Switzerland – Golden Delicious

Cheese Please

I never thought I’d write an entire article on my mortal enemy, cheese, unless it was to destroy its reputation among the international community. Never say never, I suppose, as our journey through Switzerland unearths a bulk of dairy options. Here are some lesser known facts about Swiss cheeses:

While most people immediately think of Swiss cheese (you know, the one with holes in it) when Switzerland’s fromage production is brought up, the country is actually responsible for a number of varieties – 450 different types, in fact. The long list includes: · Appenzeller, Berner Alpkäse, Emmental, Gruyère, L’Etivaz, Raclette, Sbrinz, Schabziger, Tête de Moine, Tilsit, and Vacherin. The cheeses are classified by structure and fall into hard, semi-hard, semi-soft, soft, and the all-important other category. There’s even a Federation of Swiss Cheese Producers.

Holy Cow

Cheese Fondue has been recognized as Switzerland’s national dish. Sadly, it is the one fondue creation I do not enjoy, but it thrills Mrs. Sip… even more than my Adonis-esque body does! Some popular fondue recipes include: Neuchâteloise (gruyère and emmental), Moitié-moitié (gruyère and Fribourg vacherin), Vaudoise (gruyere), Fribourgeoise (Fribourg vacherin using potatoes instead of bread), Innerschweiz (gruyère, emmental, and sbrinz), Appenzeller (appenzeller cheese with cream), Tomato (gruyère, emmental, crushed tomatoes, and wine), Spicy (gruyère, red and green peppers, and chili), and Mushroom (gruyère, Fribourg vacherin, and mushrooms).

Similar to fondue, raclette involves melting cheese on a grill or plate and slicing off the melted bits as they become softer. There are even special grills meant specifically for this process and I bet Mrs. Sip will buy one before I ever get my deep fryer.

Swiss cheese should be enjoyed at room temperature and thus, it is recommended that it be removed from the fridge 30 minutes prior to eating. There are a number of different pairings that best allow Swiss cheese to be enjoyed. This includes fruit (apples, pears, strawberries, grapes); deli meat, such as ham and corned beef, as well as prosciutto, pastrami, salami and bratwurst; and spicy condiments like mustard and horseradish. On the drink front, it is recommended that Swiss cheese be washed down by beverages such as cranberry or raspberry juice and even tomato juice.

Have you ever wondered why Swiss cheese has its trademark holes? No, neither have I, but I’m here to explain it anyway. Apparently, when the gases in the cheese expand during its ripening, this causes the holes, also known as “eyes” to form.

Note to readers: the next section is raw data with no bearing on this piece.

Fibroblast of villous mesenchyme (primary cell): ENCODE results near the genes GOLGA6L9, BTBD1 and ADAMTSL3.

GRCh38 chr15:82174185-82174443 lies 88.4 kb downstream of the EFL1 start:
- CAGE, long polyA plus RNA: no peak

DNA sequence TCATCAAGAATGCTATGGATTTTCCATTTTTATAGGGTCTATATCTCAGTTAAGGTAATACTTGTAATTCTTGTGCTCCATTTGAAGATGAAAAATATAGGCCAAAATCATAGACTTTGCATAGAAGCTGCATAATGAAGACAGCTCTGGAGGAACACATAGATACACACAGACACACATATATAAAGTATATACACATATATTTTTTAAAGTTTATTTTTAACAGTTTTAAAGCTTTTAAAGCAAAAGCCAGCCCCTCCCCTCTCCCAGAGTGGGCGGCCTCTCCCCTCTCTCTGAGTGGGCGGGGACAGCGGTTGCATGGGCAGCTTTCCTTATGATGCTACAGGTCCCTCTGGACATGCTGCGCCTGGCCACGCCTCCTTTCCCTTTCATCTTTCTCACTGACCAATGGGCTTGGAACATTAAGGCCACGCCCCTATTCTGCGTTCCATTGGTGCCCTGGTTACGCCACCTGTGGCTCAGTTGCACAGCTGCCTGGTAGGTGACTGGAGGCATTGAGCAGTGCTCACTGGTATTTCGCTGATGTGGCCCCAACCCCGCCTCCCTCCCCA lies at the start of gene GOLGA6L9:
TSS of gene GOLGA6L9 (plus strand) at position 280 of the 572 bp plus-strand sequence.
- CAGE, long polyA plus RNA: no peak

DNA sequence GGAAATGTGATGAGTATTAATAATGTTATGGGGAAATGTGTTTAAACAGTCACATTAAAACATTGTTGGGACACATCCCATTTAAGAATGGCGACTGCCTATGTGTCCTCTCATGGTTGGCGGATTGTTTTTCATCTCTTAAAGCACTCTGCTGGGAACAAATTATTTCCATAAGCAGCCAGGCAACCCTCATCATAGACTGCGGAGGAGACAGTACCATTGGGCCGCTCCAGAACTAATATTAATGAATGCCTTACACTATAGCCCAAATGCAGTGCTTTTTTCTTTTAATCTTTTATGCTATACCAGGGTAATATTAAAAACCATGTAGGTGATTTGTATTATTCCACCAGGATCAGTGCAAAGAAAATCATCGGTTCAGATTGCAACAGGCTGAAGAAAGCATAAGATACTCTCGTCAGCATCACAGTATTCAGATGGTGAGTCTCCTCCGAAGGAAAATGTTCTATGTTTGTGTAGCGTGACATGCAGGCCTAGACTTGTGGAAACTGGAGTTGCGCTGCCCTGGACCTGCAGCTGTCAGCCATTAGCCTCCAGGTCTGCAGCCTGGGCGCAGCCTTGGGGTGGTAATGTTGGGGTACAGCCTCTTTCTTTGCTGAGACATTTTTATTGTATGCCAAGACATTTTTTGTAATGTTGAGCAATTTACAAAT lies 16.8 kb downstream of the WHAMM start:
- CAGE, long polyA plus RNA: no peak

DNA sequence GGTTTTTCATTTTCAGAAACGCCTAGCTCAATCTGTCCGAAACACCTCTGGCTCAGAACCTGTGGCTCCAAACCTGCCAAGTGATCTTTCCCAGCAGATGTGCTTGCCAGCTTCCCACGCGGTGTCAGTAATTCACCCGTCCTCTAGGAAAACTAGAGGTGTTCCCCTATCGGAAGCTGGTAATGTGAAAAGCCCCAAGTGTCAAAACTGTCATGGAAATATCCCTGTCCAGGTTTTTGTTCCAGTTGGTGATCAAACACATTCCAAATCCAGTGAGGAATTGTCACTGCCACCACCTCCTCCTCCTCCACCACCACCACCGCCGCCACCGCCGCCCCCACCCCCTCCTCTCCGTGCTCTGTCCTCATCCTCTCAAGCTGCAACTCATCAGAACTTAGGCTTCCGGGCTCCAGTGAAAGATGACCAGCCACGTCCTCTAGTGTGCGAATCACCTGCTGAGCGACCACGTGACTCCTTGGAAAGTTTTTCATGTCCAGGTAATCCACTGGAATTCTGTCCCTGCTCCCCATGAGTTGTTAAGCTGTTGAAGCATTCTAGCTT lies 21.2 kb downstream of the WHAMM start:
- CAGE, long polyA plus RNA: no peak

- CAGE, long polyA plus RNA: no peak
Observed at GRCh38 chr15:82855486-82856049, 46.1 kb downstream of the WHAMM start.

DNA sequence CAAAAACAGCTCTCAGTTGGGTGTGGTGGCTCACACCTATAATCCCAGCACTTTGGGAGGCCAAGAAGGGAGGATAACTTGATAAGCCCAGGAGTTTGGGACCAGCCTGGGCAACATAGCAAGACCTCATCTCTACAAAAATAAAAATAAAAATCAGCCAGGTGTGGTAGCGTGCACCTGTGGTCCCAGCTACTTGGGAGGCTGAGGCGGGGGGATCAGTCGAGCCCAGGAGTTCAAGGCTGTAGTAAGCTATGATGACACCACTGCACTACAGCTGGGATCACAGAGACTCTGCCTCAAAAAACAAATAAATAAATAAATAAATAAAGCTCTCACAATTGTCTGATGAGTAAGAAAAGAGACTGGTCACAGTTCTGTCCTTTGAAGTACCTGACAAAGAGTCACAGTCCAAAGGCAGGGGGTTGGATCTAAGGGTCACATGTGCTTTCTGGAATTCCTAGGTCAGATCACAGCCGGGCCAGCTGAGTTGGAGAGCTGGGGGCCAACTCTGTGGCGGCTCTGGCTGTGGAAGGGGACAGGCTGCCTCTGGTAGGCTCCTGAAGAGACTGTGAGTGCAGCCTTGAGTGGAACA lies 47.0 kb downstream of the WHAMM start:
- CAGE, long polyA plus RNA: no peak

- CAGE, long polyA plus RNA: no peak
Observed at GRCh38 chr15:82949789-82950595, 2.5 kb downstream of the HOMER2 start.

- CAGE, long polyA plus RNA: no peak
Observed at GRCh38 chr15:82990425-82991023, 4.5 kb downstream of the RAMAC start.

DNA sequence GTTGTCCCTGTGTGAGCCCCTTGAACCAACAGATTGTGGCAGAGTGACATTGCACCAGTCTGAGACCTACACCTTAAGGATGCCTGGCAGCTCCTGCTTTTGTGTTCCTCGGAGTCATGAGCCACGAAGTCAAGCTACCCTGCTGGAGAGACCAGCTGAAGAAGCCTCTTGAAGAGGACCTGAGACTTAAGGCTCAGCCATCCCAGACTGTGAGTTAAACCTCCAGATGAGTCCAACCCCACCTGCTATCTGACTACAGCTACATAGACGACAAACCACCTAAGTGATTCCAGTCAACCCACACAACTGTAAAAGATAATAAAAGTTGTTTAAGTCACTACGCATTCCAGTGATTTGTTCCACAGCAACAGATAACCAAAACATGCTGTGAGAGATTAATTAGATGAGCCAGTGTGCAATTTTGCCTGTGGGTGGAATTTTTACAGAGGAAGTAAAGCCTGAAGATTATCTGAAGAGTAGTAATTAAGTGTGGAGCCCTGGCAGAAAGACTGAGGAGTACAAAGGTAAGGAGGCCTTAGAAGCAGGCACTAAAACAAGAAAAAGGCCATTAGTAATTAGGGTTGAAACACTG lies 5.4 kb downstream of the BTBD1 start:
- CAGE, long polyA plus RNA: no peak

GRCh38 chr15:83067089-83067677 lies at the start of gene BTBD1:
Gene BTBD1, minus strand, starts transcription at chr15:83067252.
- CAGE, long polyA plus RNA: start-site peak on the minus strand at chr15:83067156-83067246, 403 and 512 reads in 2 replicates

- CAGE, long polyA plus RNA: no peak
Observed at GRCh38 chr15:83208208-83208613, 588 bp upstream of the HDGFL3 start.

Cheese Question

Le Gruyère Premier Cru is a special variety of Swiss cheese that is matured for 14 months in caves with a humidity of 95%. It is the only cheese to win Best Cheese of the Year four times at the World Cheese Awards. If I was ever sent a press pass for this event, I would return it promptly along with a letter declaring my contempt for the award ceremony and cheese, in general.

Apparently, there’s also the Cheese World Championships in Wisconsin of all places. It was there in 2006 that Emmentaler Switzerland Premier Cru (also aged for 14 months in humid caves) was the first cheese from Switzerland to earn the title of World Champion. I wonder if the distinction comes with a mini championship belt like in professional wrestling or boxing!?

Some general cheese facts: The term “big cheese” referred to someone with enough cash money to buy a whole wheel of cheese. The remains of cheese (I would murder it too) have been found in Egyptian tombs dating back to over 4,000 years ago. Can you imagine one of those CSI losers going through a dark, dank tomb with their little flashlights and coming upon a hunk of rotten cheese and dropping some stupid line about it before a Who rock anthem breaks the boredom and launches the opening credits! Lastly, Queen Victoria was given a massive cheddar cheese wheel as a wedding gift. The wheel weighed over 1,000 pounds and was consumed over her lifetime… that may not be factually accurate, however.

Switzerland: Golden Delicious

May26

  • 1.5 oz Goldschlager
  • Top with Sparkling Apple Cider
  • Garnish with an Apple Slice

Well, I made it through that entire post about cheese without yacking all over my keyboard. Small victories, my little sippers… small victories!

Sip Advisor Bar Notes (4 Sips out of 5):
I have to admit that I’m not a big fan of cider. It just seems like a step down from beer and wine and drinks like that. That said, I enjoyed this cocktail, which seemed enhanced by the shot of Goldschlager. It was scrumptious with a nice little bite at the end thanks to the Cinnamon Schnapps!

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